What the researchers were testing for was what is called divergent thinking. This is about coming up with more, new and unusual solutions. It’s a way of thinking that has been linked to creativity.
Researchers distinguish between this way of thinking and convergent thinking, which is about coming up with the best answer based on known solutions.
In the new study, the answers were given a score between 1 and 5 based on how original and creative they were.
Let's say you were to come up with inventive uses for a pen.
If you write that you can use the pen as a parachute, you will get the lowest score, because that makes no sense.
If your answer is ‘to write a letter’, you also get the lowest score, because the distance between the meanings of the words pen, writing and letter is short, Grassini explained.
“But if you say that you can use a pen as an arrow to play darts, the distance between the meanings of the words is longer,” he said.
The researchers had a computer program assess this distance. They also instructed six people to rate how creative the answers were and to assign points to the answers. They were not told that some of the answers had come from AI.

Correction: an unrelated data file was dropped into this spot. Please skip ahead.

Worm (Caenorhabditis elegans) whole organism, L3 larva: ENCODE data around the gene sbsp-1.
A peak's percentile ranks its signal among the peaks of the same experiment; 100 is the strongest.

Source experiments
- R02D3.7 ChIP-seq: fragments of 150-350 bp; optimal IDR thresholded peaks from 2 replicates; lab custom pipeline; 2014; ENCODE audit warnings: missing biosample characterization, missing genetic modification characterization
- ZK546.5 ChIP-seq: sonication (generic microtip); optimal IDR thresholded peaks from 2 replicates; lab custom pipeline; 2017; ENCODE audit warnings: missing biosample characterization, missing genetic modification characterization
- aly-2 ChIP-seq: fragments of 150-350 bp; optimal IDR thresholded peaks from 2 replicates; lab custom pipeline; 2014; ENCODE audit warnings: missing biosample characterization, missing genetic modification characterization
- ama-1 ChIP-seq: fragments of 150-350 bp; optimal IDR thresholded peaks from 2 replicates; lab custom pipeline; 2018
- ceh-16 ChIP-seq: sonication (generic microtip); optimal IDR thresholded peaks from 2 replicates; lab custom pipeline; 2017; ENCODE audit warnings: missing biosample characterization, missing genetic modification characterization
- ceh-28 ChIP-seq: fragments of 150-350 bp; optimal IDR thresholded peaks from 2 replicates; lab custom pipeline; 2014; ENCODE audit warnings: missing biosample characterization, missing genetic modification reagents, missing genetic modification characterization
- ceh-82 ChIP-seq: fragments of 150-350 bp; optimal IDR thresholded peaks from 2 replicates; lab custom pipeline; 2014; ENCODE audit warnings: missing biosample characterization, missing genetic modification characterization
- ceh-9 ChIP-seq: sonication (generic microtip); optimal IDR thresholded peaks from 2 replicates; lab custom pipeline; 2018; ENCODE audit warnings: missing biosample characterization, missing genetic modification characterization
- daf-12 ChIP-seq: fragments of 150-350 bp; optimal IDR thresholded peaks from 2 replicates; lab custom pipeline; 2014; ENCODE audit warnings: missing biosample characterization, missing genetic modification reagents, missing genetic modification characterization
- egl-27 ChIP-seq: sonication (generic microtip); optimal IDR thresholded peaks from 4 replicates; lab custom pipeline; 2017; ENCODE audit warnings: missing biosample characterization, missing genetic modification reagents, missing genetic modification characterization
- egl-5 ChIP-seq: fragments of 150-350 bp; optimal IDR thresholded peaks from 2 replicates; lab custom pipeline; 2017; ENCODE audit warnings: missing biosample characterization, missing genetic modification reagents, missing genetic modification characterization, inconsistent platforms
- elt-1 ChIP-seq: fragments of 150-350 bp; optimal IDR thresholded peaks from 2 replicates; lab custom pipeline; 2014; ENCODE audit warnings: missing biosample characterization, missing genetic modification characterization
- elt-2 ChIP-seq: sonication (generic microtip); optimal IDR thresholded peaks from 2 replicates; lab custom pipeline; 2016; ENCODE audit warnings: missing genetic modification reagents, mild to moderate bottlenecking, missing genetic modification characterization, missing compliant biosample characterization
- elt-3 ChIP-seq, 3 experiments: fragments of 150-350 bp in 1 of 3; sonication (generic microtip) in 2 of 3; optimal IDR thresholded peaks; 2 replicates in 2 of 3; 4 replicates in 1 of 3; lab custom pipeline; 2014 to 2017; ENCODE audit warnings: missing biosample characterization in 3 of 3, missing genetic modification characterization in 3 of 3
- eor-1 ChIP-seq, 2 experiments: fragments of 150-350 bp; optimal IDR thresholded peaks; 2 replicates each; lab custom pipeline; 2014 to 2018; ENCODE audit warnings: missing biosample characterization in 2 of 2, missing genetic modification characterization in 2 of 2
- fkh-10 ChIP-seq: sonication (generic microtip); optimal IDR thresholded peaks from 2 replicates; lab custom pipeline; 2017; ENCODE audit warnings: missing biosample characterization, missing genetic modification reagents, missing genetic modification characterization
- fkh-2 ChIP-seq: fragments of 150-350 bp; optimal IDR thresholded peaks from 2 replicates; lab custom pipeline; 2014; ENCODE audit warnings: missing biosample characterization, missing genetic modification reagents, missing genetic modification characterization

There was a great deal of agreement between the assessments from the computer program and the human scorers.
Humans answered both worst and best
“What we found was that the AI systems did better than humans on average,” Grassini said.
If the researchers ignored the worst answers, the chatbots performed on average roughly 0.5 points better than humans.
Another finding that emerged was that the artificial intelligences consistently avoided giving bad answers. None of the AI answers were given a score of 1. However, several of the answers given by humans were.
In defence of the human race, however, there were also humans who came up with the very best answers.
“Human respondents with a high level of creative behaviour still performed better than the machine,” Grassini said.
Something else that was interesting, Grassini said, was that ChatGPT4 did no better than its earlier version, ChatGPT3, as assessed by the computer program.
But ChatGPT4 still got a better scores from the human assessors.
“That’s interesting, because it seems that with the improvement of the model, it was able to simulate behaviour that is more appealing to humans, even without a change in the objective distance calculated by the algorithm,” he said.